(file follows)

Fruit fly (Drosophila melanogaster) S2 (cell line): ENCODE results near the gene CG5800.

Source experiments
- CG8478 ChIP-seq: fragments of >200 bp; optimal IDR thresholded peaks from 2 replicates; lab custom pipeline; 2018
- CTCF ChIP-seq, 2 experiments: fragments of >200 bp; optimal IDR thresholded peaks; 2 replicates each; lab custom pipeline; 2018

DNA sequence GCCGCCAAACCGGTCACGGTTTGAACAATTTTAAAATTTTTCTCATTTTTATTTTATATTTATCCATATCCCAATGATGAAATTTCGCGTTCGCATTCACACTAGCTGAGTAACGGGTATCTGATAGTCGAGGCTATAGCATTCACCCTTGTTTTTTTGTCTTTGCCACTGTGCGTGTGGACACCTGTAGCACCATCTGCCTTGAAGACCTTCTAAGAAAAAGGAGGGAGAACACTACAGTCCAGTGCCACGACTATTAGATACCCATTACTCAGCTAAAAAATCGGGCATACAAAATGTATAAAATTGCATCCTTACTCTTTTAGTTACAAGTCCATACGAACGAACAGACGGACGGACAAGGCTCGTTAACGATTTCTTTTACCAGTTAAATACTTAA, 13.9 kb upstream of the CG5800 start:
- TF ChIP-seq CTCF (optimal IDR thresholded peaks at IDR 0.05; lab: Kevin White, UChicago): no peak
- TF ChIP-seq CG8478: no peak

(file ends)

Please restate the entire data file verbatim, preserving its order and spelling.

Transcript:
Fruit fly (Drosophila melanogaster) S2 (cell line): ENCODE results near the gene CG5800.

Source experiments
- CG8478 ChIP-seq: fragments of >200 bp; optimal IDR thresholded peaks from 2 replicates; lab custom pipeline; 2018
- CTCF ChIP-seq, 2 experiments: fragments of >200 bp; optimal IDR thresholded peaks; 2 replicates each; lab custom pipeline; 2018

DNA sequence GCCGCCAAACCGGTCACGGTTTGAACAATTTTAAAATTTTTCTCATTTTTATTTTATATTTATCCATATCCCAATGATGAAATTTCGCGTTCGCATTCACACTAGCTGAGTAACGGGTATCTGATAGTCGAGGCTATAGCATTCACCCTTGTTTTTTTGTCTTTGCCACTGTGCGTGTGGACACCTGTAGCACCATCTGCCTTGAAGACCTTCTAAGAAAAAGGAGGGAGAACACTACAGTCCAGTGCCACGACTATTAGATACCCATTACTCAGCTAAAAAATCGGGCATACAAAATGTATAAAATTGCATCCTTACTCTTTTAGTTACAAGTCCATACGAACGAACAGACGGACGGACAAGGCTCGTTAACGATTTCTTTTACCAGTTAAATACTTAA, 13.9 kb upstream of the CG5800 start:
- TF ChIP-seq CTCF (optimal IDR thresholded peaks at IDR 0.05; lab: Kevin White, UChicago): no peak
- TF ChIP-seq CG8478: no peak